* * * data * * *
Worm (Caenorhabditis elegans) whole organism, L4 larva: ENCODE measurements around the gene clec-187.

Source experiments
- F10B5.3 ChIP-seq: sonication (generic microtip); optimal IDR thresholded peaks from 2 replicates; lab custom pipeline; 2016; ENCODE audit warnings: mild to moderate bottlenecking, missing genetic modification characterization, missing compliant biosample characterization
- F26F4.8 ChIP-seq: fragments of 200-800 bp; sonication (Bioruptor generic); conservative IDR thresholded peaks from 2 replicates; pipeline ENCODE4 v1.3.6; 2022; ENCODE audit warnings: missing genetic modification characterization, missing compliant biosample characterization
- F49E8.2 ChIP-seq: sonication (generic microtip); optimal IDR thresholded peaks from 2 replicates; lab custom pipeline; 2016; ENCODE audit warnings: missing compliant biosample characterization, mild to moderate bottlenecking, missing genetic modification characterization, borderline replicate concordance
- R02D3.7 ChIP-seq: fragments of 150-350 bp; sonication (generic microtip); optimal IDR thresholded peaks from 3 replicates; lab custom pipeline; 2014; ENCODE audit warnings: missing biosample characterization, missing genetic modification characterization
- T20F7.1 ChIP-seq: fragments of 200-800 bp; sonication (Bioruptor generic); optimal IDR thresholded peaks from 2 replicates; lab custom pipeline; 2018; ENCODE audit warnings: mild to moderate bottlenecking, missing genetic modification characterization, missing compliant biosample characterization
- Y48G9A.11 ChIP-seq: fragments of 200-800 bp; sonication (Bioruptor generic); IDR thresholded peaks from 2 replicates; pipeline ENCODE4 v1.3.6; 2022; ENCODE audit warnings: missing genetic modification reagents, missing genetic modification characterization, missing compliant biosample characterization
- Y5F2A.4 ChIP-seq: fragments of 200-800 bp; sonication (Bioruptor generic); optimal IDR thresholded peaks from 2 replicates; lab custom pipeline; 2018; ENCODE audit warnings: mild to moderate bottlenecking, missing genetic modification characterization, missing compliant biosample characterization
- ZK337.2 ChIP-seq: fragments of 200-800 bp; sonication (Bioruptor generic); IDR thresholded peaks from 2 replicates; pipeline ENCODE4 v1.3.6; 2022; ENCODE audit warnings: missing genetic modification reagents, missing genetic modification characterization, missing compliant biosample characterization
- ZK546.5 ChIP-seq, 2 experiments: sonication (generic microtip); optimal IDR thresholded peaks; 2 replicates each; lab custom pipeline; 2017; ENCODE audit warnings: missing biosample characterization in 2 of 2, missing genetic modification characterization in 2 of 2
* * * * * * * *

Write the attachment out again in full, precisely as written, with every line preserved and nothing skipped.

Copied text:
Worm (Caenorhabditis elegans) whole organism, L4 larva: ENCODE measurements around the gene clec-187.

Source experiments
- F10B5.3 ChIP-seq: sonication (generic microtip); optimal IDR thresholded peaks from 2 replicates; lab custom pipeline; 2016; ENCODE audit warnings: mild to moderate bottlenecking, missing genetic modification characterization, missing compliant biosample characterization
- F26F4.8 ChIP-seq: fragments of 200-800 bp; sonication (Bioruptor generic); conservative IDR thresholded peaks from 2 replicates; pipeline ENCODE4 v1.3.6; 2022; ENCODE audit warnings: missing genetic modification characterization, missing compliant biosample characterization
- F49E8.2 ChIP-seq: sonication (generic microtip); optimal IDR thresholded peaks from 2 replicates; lab custom pipeline; 2016; ENCODE audit warnings: missing compliant biosample characterization, mild to moderate bottlenecking, missing genetic modification characterization, borderline replicate concordance
- R02D3.7 ChIP-seq: fragments of 150-350 bp; sonication (generic microtip); optimal IDR thresholded peaks from 3 replicates; lab custom pipeline; 2014; ENCODE audit warnings: missing biosample characterization, missing genetic modification characterization
- T20F7.1 ChIP-seq: fragments of 200-800 bp; sonication (Bioruptor generic); optimal IDR thresholded peaks from 2 replicates; lab custom pipeline; 2018; ENCODE audit warnings: mild to moderate bottlenecking, missing genetic modification characterization, missing compliant biosample characterization
- Y48G9A.11 ChIP-seq: fragments of 200-800 bp; sonication (Bioruptor generic); IDR thresholded peaks from 2 replicates; pipeline ENCODE4 v1.3.6; 2022; ENCODE audit warnings: missing genetic modification reagents, missing genetic modification characterization, missing compliant biosample characterization
- Y5F2A.4 ChIP-seq: fragments of 200-800 bp; sonication (Bioruptor generic); optimal IDR thresholded peaks from 2 replicates; lab custom pipeline; 2018; ENCODE audit warnings: mild to moderate bottlenecking, missing genetic modification characterization, missing compliant biosample characterization
- ZK337.2 ChIP-seq: fragments of 200-800 bp; sonication (Bioruptor generic); IDR thresholded peaks from 2 replicates; pipeline ENCODE4 v1.3.6; 2022; ENCODE audit warnings: missing genetic modification reagents, missing genetic modification characterization, missing compliant biosample characterization
- ZK546.5 ChIP-seq, 2 experiments: sonication (generic microtip); optimal IDR thresholded peaks; 2 replicates each; lab custom pipeline; 2017; ENCODE audit warnings: missing biosample characterization in 2 of 2, missing genetic modification characterization in 2 of 2